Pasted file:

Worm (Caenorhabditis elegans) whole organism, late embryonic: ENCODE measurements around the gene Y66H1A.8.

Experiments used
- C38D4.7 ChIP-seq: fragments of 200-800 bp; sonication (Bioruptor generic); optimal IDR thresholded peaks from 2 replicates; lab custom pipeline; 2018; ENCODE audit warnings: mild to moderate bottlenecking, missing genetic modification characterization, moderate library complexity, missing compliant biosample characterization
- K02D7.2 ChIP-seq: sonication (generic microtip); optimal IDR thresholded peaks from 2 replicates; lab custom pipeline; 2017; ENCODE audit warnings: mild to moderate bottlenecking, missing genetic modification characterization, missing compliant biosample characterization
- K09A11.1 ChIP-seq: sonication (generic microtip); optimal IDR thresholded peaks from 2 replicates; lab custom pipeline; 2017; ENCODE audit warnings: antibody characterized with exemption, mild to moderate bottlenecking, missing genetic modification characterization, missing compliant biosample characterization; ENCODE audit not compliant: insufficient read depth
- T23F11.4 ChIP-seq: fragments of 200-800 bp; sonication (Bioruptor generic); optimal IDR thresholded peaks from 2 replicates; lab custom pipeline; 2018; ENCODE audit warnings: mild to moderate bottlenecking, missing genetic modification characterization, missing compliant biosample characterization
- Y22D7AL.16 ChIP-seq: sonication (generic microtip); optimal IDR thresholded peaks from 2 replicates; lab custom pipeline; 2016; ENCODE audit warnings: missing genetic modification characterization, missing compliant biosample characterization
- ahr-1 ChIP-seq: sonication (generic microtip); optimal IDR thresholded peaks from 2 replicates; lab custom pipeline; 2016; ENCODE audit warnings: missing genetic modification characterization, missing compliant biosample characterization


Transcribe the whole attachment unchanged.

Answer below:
Worm (Caenorhabditis elegans) whole organism, late embryonic: ENCODE measurements around the gene Y66H1A.8.

Experiments used
- C38D4.7 ChIP-seq: fragments of 200-800 bp; sonication (Bioruptor generic); optimal IDR thresholded peaks from 2 replicates; lab custom pipeline; 2018; ENCODE audit warnings: mild to moderate bottlenecking, missing genetic modification characterization, moderate library complexity, missing compliant biosample characterization
- K02D7.2 ChIP-seq: sonication (generic microtip); optimal IDR thresholded peaks from 2 replicates; lab custom pipeline; 2017; ENCODE audit warnings: mild to moderate bottlenecking, missing genetic modification characterization, missing compliant biosample characterization
- K09A11.1 ChIP-seq: sonication (generic microtip); optimal IDR thresholded peaks from 2 replicates; lab custom pipeline; 2017; ENCODE audit warnings: antibody characterized with exemption, mild to moderate bottlenecking, missing genetic modification characterization, missing compliant biosample characterization; ENCODE audit not compliant: insufficient read depth
- T23F11.4 ChIP-seq: fragments of 200-800 bp; sonication (Bioruptor generic); optimal IDR thresholded peaks from 2 replicates; lab custom pipeline; 2018; ENCODE audit warnings: mild to moderate bottlenecking, missing genetic modification characterization, missing compliant biosample characterization
- Y22D7AL.16 ChIP-seq: sonication (generic microtip); optimal IDR thresholded peaks from 2 replicates; lab custom pipeline; 2016; ENCODE audit warnings: missing genetic modification characterization, missing compliant biosample characterization
- ahr-1 ChIP-seq: sonication (generic microtip); optimal IDR thresholded peaks from 2 replicates; lab custom pipeline; 2016; ENCODE audit warnings: missing genetic modification characterization, missing compliant biosample characterization